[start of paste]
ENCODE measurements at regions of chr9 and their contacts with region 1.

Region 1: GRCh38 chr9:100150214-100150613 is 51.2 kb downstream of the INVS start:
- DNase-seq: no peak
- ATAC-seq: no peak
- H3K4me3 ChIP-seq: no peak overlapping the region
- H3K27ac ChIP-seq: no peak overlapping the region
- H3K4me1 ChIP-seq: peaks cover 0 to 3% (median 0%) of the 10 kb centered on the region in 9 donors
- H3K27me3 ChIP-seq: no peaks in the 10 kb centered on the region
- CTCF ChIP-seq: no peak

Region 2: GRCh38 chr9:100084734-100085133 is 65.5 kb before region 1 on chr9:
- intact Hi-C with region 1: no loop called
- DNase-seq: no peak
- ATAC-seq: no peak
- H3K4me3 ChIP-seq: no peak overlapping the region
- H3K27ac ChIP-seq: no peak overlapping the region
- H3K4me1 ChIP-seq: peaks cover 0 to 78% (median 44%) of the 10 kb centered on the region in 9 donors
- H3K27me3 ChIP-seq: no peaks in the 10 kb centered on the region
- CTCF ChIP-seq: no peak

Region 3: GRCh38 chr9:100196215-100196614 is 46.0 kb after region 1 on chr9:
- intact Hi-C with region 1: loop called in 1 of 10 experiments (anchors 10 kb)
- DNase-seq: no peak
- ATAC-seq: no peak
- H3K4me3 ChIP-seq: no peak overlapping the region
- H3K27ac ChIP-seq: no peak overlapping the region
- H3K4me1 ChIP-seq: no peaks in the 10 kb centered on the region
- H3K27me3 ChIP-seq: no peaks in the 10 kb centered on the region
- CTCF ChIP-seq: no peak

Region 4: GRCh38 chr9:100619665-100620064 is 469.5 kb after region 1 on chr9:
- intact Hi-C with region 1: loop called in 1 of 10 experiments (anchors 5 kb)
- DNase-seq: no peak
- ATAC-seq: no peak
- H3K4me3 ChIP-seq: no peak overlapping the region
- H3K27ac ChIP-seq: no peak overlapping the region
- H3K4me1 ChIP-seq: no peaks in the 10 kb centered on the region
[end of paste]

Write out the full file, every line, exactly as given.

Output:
ENCODE measurements at regions of chr9 and their contacts with region 1.

Region 1: GRCh38 chr9:100150214-100150613 is 51.2 kb downstream of the INVS start:
- DNase-seq: no peak
- ATAC-seq: no peak
- H3K4me3 ChIP-seq: no peak overlapping the region
- H3K27ac ChIP-seq: no peak overlapping the region
- H3K4me1 ChIP-seq: peaks cover 0 to 3% (median 0%) of the 10 kb centered on the region in 9 donors
- H3K27me3 ChIP-seq: no peaks in the 10 kb centered on the region
- CTCF ChIP-seq: no peak

Region 2: GRCh38 chr9:100084734-100085133 is 65.5 kb before region 1 on chr9:
- intact Hi-C with region 1: no loop called
- DNase-seq: no peak
- ATAC-seq: no peak
- H3K4me3 ChIP-seq: no peak overlapping the region
- H3K27ac ChIP-seq: no peak overlapping the region
- H3K4me1 ChIP-seq: peaks cover 0 to 78% (median 44%) of the 10 kb centered on the region in 9 donors
- H3K27me3 ChIP-seq: no peaks in the 10 kb centered on the region
- CTCF ChIP-seq: no peak

Region 3: GRCh38 chr9:100196215-100196614 is 46.0 kb after region 1 on chr9:
- intact Hi-C with region 1: loop called in 1 of 10 experiments (anchors 10 kb)
- DNase-seq: no peak
- ATAC-seq: no peak
- H3K4me3 ChIP-seq: no peak overlapping the region
- H3K27ac ChIP-seq: no peak overlapping the region
- H3K4me1 ChIP-seq: no peaks in the 10 kb centered on the region
- H3K27me3 ChIP-seq: no peaks in the 10 kb centered on the region
- CTCF ChIP-seq: no peak

Region 4: GRCh38 chr9:100619665-100620064 is 469.5 kb after region 1 on chr9:
- intact Hi-C with region 1: loop called in 1 of 10 experiments (anchors 5 kb)
- DNase-seq: no peak
- ATAC-seq: no peak
- H3K4me3 ChIP-seq: no peak overlapping the region
- H3K27ac ChIP-seq: no peak overlapping the region
- H3K4me1 ChIP-seq: no peaks in the 10 kb centered on the region